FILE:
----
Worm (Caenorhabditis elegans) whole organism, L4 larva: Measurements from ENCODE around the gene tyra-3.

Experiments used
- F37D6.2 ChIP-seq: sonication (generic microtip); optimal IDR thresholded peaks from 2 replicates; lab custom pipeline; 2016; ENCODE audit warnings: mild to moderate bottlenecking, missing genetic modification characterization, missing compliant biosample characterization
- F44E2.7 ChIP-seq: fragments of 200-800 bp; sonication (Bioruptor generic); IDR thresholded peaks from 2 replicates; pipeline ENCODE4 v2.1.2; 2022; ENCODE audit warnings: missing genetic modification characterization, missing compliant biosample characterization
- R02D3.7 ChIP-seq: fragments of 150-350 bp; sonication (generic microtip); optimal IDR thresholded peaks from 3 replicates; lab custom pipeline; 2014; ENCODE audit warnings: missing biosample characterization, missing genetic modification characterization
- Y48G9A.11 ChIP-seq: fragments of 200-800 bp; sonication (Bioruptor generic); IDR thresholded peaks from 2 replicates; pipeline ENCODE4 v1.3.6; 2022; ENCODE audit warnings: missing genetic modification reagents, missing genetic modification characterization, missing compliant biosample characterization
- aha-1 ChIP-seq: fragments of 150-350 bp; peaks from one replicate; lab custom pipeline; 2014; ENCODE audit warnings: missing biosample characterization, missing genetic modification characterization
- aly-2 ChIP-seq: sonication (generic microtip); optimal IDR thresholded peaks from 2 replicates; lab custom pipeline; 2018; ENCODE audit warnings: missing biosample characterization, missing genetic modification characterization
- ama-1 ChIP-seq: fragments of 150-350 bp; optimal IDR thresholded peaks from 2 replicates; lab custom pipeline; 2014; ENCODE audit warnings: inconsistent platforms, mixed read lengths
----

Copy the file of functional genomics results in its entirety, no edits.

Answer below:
Worm (Caenorhabditis elegans) whole organism, L4 larva: Measurements from ENCODE around the gene tyra-3.

Experiments used
- F37D6.2 ChIP-seq: sonication (generic microtip); optimal IDR thresholded peaks from 2 replicates; lab custom pipeline; 2016; ENCODE audit warnings: mild to moderate bottlenecking, missing genetic modification characterization, missing compliant biosample characterization
- F44E2.7 ChIP-seq: fragments of 200-800 bp; sonication (Bioruptor generic); IDR thresholded peaks from 2 replicates; pipeline ENCODE4 v2.1.2; 2022; ENCODE audit warnings: missing genetic modification characterization, missing compliant biosample characterization
- R02D3.7 ChIP-seq: fragments of 150-350 bp; sonication (generic microtip); optimal IDR thresholded peaks from 3 replicates; lab custom pipeline; 2014; ENCODE audit warnings: missing biosample characterization, missing genetic modification characterization
- Y48G9A.11 ChIP-seq: fragments of 200-800 bp; sonication (Bioruptor generic); IDR thresholded peaks from 2 replicates; pipeline ENCODE4 v1.3.6; 2022; ENCODE audit warnings: missing genetic modification reagents, missing genetic modification characterization, missing compliant biosample characterization
- aha-1 ChIP-seq: fragments of 150-350 bp; peaks from one replicate; lab custom pipeline; 2014; ENCODE audit warnings: missing biosample characterization, missing genetic modification characterization
- aly-2 ChIP-seq: sonication (generic microtip); optimal IDR thresholded peaks from 2 replicates; lab custom pipeline; 2018; ENCODE audit warnings: missing biosample characterization, missing genetic modification characterization
- ama-1 ChIP-seq: fragments of 150-350 bp; optimal IDR thresholded peaks from 2 replicates; lab custom pipeline; 2014; ENCODE audit warnings: inconsistent platforms, mixed read lengths